Extended Project Qualifications: What do the statistics say about student growth?

As part of the Association of Colleges 2023 annual conference, the winner of the inaugural AQA Project Excellence Award was announced. This prize is given to the student whose Extended Project Qualification has most impressed the judging panel for its originality, innovation, research and potential for wider social benefit.

Jessica Burton picked up the top prize for her EPQ exploring the themes of Queerness and Vampirism through history.
Jessica used the EPQ to help earn herself a place on Cambridge University’s Foundation Year in Arts, Humanities and Social Sciences.

What skills do Extended Project Qualifications help students develop?

In a video the teenager recorded, she spoke enthusiastically about how completing the qualification during Year 12 improved her personal organisation, confidence, research and presentation skills, motivation and resilience.

Other skills young people will often mention in relation to EPQ are better decision-making and problem-solving skills, as well as an ability to evaluate outcomes against set objectives.

All of these are the essential life skills that are vital for improved academic outcomes and work prospects – and tackling these can also support improved social mobility if targeted at the right groups.

Do Extended Project Qualifications help students’ wider academic success?

AQi has already cited research showing links between completing an EPQ and higher than expected grades in students’ other A levels.

But do EPQs have any influence on students’ progression in Higher Education?

The idea that they do appears to be backed up by work done by Professor Abigail Harrison Moore of the University of Leeds and Dr Emma Thompson from the University of Southampton.

What university statistics tell us about Extended Project Qualifications

The pair have done much work analysing progression and outcome statistics for sixth form students.

When they looked at the non-continuation data for first year university students between 2015 and 2020, they found that those without EPQs discontinued their courses at a higher rate than those who had completed an EPQ.

Indeed, for all but one of the five years, the non-EPQ cohort left at more than twice the rate as EPQ students.

Source: University of Leeds and University of Southampton

When it came to final outcomes, the EPQ cohort obtaining 2:1 or a First Class degree was also consistently higher.

In the five graduation years between 2017 and 2021, the proportion of students with EPQs getting a high grade degree was always over 90%, while those without did not once break that barrier.

Source: University of Leeds and University of Southampton

Can Extended Project Qualifications increase social mobility?

Drilling down into those outcome statistics highlights the transformative potential of the EPQ when it comes to social mobility.

Using the English Index of Multiple Deprivation, we see that at every level of deprivation, those with EPQs outperformed the equivalent non-EPQ cohort.

The EPQ cohort did so well that even its lowest performing quintile – ‘most deprived’ – outperformed every quintile in the non-EPQ column other than the ‘least deprived.’

Source: University of Leeds and University of Southampton

Breaking the figures down by ethnicity, each ethnic group had better outcomes with an EPQ than without – some by quite a margin.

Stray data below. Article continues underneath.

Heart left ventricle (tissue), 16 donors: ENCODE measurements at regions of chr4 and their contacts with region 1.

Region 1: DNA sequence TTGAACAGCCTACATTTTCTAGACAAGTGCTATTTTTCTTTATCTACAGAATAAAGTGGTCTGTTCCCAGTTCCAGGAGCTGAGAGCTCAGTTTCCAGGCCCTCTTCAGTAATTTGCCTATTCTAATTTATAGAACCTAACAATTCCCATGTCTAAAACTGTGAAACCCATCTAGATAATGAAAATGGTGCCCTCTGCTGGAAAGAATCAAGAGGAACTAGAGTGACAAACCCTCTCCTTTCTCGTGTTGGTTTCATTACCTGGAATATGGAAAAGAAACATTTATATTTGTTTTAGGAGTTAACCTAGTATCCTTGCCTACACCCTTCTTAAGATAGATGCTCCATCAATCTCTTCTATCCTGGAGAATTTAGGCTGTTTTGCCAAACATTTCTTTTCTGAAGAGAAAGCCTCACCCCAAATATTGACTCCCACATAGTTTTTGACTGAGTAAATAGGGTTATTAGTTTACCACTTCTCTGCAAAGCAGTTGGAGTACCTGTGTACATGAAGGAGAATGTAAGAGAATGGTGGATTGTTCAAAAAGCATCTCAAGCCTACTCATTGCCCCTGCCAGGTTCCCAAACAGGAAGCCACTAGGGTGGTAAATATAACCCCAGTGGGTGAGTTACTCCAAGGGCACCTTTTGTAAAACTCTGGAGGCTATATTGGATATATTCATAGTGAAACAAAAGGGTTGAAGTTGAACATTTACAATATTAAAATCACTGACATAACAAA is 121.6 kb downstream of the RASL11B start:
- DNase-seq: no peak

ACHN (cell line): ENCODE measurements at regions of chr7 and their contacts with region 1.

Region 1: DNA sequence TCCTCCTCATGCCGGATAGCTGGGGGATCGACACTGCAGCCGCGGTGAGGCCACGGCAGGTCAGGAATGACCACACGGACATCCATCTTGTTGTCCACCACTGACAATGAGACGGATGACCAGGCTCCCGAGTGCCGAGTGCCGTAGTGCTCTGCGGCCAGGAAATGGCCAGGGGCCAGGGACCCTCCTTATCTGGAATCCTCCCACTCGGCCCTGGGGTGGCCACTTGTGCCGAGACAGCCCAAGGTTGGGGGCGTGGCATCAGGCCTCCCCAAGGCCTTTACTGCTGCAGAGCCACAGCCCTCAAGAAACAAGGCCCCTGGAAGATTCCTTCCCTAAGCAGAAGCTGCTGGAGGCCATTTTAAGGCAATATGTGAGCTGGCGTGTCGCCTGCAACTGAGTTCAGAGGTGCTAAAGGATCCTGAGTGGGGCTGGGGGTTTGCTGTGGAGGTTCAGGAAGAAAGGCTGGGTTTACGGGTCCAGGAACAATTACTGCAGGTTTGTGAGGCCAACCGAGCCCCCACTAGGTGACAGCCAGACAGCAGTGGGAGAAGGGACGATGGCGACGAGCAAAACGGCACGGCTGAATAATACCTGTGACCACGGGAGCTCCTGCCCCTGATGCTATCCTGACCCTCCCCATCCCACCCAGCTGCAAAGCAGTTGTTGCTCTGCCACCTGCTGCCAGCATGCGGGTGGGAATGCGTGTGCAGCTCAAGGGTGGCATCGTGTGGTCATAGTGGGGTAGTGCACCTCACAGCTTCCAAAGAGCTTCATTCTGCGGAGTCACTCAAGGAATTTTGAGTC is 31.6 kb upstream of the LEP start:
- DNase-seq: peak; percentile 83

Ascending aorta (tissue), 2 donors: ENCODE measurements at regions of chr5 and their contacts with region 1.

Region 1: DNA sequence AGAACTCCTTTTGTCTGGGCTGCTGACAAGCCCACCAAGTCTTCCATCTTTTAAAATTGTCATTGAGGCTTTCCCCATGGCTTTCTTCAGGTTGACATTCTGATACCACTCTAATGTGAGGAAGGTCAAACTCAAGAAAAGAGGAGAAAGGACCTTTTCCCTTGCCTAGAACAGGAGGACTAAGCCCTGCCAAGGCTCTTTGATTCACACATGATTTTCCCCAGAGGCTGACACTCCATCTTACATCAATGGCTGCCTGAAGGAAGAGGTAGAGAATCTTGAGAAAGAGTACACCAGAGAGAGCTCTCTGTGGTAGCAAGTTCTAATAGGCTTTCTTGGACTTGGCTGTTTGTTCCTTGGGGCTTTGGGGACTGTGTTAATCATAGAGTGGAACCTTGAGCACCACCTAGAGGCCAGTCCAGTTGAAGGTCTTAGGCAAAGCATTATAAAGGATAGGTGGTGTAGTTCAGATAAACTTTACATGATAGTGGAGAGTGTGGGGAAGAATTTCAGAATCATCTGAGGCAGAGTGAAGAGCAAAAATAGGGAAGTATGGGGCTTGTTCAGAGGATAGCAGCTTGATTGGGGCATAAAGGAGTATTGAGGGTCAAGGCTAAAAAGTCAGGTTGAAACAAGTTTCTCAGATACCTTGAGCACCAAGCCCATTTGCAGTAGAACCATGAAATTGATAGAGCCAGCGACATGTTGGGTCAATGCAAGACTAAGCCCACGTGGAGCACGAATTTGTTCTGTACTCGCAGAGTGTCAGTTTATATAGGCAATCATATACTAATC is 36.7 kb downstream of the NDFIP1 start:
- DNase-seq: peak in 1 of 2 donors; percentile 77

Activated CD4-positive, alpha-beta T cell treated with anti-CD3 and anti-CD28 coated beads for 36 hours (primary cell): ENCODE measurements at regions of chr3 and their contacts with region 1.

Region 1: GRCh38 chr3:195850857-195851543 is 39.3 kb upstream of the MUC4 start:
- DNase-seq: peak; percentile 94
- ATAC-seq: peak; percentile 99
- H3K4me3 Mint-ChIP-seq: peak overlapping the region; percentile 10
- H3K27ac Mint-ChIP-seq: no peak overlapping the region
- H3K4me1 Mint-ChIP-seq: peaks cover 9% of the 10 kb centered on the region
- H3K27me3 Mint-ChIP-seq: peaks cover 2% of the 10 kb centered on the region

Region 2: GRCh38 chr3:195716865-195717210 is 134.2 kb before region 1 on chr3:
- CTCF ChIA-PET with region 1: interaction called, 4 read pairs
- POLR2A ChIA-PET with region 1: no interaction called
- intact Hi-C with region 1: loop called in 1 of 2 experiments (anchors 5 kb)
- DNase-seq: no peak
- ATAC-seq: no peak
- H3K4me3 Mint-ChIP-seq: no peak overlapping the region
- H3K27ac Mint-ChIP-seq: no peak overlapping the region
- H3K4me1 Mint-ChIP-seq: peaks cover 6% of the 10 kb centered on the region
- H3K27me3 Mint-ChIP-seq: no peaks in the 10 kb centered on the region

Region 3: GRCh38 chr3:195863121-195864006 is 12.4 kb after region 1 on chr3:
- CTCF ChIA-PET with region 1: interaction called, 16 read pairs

Notably, in the black category, there was a 16.4 percentage point difference.

Source: University of Leeds and University of Southampton

 

We see a similar pattern when looking at students with disabilities. All groups performed better with EPQs.

Interestingly, the greatest gap between the two groups was in the social or communication impairment which showed a 14.6 percentage point gap.

This appears to tie in with the EPQ’s boost to confidence and presentation skills to which students like Jessica Burton point.

Source: University of Leeds and University of Southampton

Extended Project Qualifications are linked to higher university results

Looking at these statistics we can identify a link between taking an EPQ and greater success in Higher Education, even after accounting for other factors, such as economic, ethnic and medical backgrounds.

Of course, we need to exercise a modicum of caution. Correlation doesn’t equal causation, and students who choose to take an EPQ are likely to be more motivated than those that don’t, which will affect their performances.

Despite that, AQA’s study on A level outcomes and this study on HE outcomes do begin to suggest a link between completing an EPQ and better preparation for future education and life in the workplace.

Anecdotally, we know many teachers and students agree that EPQ helps students embed the skill of ‘learning how they best learn’, as well supporting them to find personalised strategies for reaching an end goal, adapting where necessary.

Do Extended Project Qualifications’ benefits extend outside education?

It is clear that the EPQ carries a value to the student beyond the grades they achieve.

EPQs can support students’ growth no matter what their background.
Giving young people the chance to develop essential life skills such as confidence, motivation, resilience and communication, will help them flourish in education and beyond.

In this light, EPQs could be seen as a driver of opportunity and social mobility.

This blog was originally published by AQi Extended Project Qualifications: What do the statistics say about student growth? | AQi powered by AQA

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